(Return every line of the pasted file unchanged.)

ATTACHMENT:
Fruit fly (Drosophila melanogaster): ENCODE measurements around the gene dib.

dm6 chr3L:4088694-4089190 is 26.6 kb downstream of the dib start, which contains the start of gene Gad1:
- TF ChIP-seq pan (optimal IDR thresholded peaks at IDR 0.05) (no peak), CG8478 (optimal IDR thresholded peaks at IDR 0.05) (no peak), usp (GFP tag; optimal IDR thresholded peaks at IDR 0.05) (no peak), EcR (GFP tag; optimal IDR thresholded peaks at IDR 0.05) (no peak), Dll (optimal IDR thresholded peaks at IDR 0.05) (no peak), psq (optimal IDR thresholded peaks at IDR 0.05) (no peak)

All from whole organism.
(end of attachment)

Fruit fly (Drosophila melanogaster): ENCODE measurements around the gene dib.

dm6 chr3L:4088694-4089190 is 26.6 kb downstream of the dib start, which contains the start of gene Gad1:
- TF ChIP-seq pan (optimal IDR thresholded peaks at IDR 0.05) (no peak), CG8478 (optimal IDR thresholded peaks at IDR 0.05) (no peak), usp (GFP tag; optimal IDR thresholded peaks at IDR 0.05) (no peak), EcR (GFP tag; optimal IDR thresholded peaks at IDR 0.05) (no peak), Dll (optimal IDR thresholded peaks at IDR 0.05) (no peak), psq (optimal IDR thresholded peaks at IDR 0.05) (no peak)

All from whole organism.